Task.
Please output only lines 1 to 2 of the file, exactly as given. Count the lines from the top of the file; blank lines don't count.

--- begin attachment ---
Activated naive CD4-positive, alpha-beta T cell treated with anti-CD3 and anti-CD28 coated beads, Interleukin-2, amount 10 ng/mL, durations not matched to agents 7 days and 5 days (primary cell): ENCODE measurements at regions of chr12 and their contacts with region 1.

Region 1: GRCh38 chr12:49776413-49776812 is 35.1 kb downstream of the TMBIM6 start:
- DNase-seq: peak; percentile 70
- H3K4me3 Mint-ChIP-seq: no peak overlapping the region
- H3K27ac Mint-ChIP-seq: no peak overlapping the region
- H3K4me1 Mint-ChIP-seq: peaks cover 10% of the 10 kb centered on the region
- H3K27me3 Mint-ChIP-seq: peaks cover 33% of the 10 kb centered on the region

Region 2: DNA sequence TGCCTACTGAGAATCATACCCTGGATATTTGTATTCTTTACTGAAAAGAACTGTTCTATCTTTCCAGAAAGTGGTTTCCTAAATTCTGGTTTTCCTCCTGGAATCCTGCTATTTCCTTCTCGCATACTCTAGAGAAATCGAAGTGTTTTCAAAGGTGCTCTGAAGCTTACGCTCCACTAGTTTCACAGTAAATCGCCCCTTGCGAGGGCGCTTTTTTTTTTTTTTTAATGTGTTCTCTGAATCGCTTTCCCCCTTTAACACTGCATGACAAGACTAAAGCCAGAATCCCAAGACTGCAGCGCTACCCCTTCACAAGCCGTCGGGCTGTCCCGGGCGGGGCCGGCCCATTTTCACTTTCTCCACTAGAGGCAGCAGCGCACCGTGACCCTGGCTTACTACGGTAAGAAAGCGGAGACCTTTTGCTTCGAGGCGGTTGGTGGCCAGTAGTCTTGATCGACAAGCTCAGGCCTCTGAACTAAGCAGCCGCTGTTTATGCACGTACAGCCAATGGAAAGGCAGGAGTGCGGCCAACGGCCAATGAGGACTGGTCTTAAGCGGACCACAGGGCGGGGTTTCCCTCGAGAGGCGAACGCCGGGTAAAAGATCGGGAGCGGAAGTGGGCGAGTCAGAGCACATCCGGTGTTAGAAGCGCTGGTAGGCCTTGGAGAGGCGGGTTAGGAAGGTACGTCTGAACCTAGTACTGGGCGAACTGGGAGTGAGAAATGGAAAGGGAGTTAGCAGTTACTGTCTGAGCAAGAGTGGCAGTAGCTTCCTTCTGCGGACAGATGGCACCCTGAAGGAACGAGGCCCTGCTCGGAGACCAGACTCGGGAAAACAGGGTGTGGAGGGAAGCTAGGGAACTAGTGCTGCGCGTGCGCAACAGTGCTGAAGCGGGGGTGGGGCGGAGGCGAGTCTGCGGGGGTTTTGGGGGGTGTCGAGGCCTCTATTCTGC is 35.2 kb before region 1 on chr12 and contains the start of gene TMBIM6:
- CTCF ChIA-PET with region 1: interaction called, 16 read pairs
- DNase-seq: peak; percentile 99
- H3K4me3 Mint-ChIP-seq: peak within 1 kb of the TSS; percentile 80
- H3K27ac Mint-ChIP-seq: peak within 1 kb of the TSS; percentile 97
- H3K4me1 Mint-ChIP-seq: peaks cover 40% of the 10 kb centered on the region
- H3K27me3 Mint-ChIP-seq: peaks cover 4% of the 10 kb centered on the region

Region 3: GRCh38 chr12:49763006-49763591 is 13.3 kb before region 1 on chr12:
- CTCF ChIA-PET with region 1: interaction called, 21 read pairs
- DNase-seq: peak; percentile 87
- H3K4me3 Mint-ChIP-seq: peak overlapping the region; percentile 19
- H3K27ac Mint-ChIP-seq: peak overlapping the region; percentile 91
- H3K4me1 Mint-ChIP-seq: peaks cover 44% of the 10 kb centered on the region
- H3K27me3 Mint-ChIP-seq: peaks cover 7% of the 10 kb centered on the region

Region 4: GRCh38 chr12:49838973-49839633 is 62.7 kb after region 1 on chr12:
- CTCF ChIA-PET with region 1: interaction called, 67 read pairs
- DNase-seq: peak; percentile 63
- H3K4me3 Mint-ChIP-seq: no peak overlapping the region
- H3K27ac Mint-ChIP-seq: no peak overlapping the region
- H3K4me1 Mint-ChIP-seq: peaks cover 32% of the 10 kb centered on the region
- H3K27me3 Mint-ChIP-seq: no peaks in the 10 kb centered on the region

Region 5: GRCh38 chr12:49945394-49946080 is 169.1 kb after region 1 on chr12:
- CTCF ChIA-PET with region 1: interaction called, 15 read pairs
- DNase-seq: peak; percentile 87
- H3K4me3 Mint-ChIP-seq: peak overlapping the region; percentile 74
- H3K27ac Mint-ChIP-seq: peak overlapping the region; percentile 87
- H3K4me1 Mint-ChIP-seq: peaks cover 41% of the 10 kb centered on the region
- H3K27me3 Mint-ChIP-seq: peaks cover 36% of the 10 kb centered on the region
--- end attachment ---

Activated naive CD4-positive, alpha-beta T cell treated with anti-CD3 and anti-CD28 coated beads, Interleukin-2, amount 10 ng/mL, durations not matched to agents 7 days and 5 days (primary cell): ENCODE measurements at regions of chr12 and their contacts with region 1.

Region 1: GRCh38 chr12:49776413-49776812 is 35.1 kb downstream of the TMBIM6 start: